Iran's Foreign Minister Mohammad Javad Zarif has condemned the United States’ aggressive stance towards the Islamic Republic, noting that Iranians cannot be brought to their knees by pressure such as Washington’s economic war against Tehran through the re-imposition of tough sanctions.
Zarif, currently in New York to attend the 74th session of the United Nations General Assembly, spoke in an interview with National Public Radio (NPR) on Sunday; the text was published on NPR’s website on Monday.
"We are resisting an unprovoked aggression by the United States. I can assure you that the United States will not be able to bring us to our knees through pressure."
Referring to the forthcoming meeting between Iran and the four remaining members of the P5+1 group – the UK, France, Russia, and China plus Germany set for 25 September, Zarif said:
“Four of the five permanent members [of the UN Security Council] plus Germany will be seated around the table along with me and the High Representative of the European Union. There is an empty chair there for the United States, but there is a ticket for that chair and that is to be law-abiding.”
Iran’s top diplomat also said that Washington could have a much better deal with Iran if it entered negotiations based on mutual respect and on moving forward.
New Spike in Iran-US Tensions
The current UN General Assembly convenes against the backdrop of a heightened risk of a dangerous new conflict in the Middle East, as leaders of France, Germany and the United Kingdom on Monday blamed Iran for a recent attack on oil facilities in Saudi Arabia.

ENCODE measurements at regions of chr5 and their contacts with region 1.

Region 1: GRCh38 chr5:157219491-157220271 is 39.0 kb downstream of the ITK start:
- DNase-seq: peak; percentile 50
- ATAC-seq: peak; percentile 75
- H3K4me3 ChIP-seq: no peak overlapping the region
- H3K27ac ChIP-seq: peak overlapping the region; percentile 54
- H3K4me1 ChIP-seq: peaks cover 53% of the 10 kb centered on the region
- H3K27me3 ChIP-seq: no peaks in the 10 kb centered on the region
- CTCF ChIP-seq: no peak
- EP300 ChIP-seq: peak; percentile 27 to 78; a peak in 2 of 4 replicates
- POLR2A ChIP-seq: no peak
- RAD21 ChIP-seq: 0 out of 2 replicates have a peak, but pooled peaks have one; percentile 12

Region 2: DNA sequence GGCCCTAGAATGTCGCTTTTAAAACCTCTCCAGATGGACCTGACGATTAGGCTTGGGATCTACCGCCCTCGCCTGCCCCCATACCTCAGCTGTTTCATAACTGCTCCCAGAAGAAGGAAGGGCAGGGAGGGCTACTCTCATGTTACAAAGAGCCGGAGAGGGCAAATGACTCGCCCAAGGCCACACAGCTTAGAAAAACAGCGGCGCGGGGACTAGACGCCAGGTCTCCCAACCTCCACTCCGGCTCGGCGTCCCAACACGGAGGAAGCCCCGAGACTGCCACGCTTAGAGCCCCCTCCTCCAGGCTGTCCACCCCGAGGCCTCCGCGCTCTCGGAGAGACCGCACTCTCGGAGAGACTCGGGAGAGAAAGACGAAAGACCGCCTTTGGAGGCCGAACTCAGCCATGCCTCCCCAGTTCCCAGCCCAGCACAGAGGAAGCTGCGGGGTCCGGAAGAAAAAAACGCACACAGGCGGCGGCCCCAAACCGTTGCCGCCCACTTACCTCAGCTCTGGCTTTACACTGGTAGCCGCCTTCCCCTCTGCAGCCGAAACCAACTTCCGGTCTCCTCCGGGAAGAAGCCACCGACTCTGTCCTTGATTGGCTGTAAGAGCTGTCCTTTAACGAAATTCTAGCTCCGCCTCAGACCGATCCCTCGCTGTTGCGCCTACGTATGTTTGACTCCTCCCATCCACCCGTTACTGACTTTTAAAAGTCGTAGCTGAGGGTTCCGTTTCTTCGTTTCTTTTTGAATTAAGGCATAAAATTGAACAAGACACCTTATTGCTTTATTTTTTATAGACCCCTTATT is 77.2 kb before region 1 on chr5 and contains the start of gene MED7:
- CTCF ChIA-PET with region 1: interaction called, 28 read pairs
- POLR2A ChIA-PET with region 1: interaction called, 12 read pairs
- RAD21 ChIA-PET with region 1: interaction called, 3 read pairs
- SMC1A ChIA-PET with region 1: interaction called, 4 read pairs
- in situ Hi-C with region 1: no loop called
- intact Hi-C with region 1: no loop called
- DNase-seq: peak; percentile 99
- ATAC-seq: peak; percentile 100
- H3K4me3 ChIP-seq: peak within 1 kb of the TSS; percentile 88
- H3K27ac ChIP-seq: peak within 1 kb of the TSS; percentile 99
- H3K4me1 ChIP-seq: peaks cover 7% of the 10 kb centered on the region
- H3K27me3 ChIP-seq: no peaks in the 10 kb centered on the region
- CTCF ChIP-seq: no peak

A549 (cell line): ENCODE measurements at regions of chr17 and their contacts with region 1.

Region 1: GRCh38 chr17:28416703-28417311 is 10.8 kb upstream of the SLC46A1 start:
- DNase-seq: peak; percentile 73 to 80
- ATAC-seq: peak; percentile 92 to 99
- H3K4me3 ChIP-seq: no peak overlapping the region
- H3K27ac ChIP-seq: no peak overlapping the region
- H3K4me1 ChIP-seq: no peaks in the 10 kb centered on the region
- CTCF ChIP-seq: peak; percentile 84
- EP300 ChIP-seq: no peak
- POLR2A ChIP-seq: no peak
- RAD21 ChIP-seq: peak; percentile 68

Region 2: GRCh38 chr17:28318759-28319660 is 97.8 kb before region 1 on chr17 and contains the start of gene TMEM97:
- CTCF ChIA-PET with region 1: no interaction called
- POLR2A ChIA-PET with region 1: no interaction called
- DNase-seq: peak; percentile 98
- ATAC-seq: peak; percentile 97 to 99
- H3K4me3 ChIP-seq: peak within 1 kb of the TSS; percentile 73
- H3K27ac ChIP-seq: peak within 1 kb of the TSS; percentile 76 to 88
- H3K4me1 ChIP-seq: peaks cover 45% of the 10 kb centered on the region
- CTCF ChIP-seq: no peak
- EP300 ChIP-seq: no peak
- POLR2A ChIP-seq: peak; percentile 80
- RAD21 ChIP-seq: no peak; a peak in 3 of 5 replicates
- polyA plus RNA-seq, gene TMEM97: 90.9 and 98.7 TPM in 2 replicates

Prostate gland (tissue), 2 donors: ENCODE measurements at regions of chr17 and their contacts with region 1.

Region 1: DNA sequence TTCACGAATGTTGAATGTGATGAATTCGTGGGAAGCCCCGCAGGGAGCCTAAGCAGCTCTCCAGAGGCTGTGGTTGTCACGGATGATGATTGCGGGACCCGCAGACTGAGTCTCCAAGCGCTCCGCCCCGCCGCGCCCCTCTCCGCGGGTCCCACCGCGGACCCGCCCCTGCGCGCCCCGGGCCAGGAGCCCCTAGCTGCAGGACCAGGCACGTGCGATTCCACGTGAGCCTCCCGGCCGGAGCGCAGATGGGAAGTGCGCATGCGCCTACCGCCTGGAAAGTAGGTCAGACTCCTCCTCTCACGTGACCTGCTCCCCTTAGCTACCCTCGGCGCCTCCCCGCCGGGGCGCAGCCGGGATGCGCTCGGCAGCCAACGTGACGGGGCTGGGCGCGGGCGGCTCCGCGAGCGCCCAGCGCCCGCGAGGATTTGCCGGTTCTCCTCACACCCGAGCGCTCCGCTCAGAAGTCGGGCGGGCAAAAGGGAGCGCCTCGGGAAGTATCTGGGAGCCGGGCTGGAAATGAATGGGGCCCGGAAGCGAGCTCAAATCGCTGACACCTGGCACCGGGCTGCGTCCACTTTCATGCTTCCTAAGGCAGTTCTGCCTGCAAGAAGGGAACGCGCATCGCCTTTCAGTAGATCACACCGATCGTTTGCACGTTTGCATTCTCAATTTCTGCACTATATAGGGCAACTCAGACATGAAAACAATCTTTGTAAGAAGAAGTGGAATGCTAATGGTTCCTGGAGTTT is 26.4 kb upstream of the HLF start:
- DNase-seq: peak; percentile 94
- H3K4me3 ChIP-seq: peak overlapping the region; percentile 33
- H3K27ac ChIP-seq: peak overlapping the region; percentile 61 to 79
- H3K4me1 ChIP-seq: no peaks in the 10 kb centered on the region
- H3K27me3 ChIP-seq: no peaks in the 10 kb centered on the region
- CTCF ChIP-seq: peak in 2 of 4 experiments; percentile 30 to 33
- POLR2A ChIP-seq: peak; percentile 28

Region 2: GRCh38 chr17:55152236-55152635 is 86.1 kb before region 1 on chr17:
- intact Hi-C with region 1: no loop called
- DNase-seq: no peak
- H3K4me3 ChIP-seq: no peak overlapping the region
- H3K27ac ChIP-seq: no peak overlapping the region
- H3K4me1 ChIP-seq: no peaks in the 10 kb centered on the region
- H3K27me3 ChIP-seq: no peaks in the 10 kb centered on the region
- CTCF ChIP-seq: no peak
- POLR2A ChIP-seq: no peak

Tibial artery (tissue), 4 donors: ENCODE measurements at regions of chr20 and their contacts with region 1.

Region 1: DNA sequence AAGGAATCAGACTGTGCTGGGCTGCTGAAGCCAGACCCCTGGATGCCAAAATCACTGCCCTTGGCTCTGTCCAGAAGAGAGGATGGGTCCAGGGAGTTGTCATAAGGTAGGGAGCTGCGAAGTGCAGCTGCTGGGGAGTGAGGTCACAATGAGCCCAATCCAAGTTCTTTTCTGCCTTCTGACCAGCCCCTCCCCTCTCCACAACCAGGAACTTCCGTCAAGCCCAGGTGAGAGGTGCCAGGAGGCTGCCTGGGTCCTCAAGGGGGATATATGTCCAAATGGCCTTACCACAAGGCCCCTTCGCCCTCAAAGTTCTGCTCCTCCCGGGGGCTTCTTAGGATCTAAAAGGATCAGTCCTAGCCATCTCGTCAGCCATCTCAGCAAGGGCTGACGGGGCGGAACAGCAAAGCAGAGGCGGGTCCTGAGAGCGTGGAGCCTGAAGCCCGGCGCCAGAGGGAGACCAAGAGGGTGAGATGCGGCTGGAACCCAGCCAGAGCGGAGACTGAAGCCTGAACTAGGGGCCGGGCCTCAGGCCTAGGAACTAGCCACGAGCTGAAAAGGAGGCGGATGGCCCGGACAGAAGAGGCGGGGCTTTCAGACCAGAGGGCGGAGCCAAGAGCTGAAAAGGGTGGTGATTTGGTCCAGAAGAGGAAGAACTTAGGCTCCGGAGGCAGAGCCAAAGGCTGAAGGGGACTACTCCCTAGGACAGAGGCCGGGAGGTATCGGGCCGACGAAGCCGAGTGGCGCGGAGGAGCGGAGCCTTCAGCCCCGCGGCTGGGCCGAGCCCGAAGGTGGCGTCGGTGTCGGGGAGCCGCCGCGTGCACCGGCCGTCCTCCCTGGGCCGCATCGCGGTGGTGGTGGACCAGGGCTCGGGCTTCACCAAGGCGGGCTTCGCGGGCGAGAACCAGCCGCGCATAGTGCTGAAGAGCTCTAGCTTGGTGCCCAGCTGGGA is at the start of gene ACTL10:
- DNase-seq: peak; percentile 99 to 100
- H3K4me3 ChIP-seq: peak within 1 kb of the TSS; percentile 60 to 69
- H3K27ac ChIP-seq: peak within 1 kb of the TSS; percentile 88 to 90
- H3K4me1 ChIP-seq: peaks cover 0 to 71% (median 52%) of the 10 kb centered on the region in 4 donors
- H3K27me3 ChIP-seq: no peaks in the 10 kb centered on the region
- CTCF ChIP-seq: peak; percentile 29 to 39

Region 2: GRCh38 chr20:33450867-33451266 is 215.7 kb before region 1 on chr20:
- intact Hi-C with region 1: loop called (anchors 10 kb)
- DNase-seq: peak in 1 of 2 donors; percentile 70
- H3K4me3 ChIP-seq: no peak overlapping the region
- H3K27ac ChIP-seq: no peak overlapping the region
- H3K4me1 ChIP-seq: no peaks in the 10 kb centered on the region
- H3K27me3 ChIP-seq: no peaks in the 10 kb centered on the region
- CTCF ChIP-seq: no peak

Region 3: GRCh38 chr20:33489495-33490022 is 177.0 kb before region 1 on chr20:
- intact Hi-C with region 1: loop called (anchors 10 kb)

“It is clear to us that Iran bears responsibility for this attack. There is no other plausible explanation. We support ongoing investigations to establish further details,” the leaders said in a joint statement after meeting on the sidelines of the event.
Iranian officials have repeatedly denied involvement in the drone strike, and warned the West against any reprisal. Rouhani has said the attack was a warning to Saudi Arabia from Yemen over the Saudi kingdom's role in Yemen's civil war.
Yemen has been engulfed in an armed conflict between government forces led by President Abd Rabbuh Mansur Hadi and the Houthi rebels for several years, with the Saudi-led coalition carrying out airstrikes against the Houthis at Hadi's request since March 2015.
The drone attacks targeted Saudi Arabia’s Aramco oil facilities on 14 September and partially disrupted oil production.
Although Yemen's Houthi rebels subsequently claimed responsibility, Riyadh and Washington have pointed the finger of blame at Iran.
US President Donald Trump pronounced his country "locked and loaded" in response to the attack.
Trump announced a series of stepped-up sanctions intended to punish Tehran and further toughen US "maximum pressure" policy toward Iran.
Tensions have been running high between Iran and the United States since May 2018, when US President Donald Trump unilaterally withdrew his country from a multilateral nuclear deal with Iran, officially known as the Joint Comprehensive Plan of Action (JCPOA).
The deal was signed in 2015 by Iran and six world powers, including the United States, France, Britain, China, Russia, and Germany, which saw nuclear-related sanctions against Iran lifted in exchange for curbs on Tehran's nuclear programme.
Trump lambasted the JCPOA as "the worst deal ever negotiated.”
In retaliation to the US withdrawal, Tehran has rolled back on its nuclear commitments three times, in compliance with articles 26 and 36 of the JCPOA.
Iran's Foreign Minister Mohammad Javad Zarif said in August the country would not renegotiate its 2015 nuclear deal with world powers, but is open to talks on finding ways to implement the existing accord.
"We are ready to talk and consult with others on how to best implement this deal. We are talking about Europe coming to comply with its own obligations under the deal," said Zarif.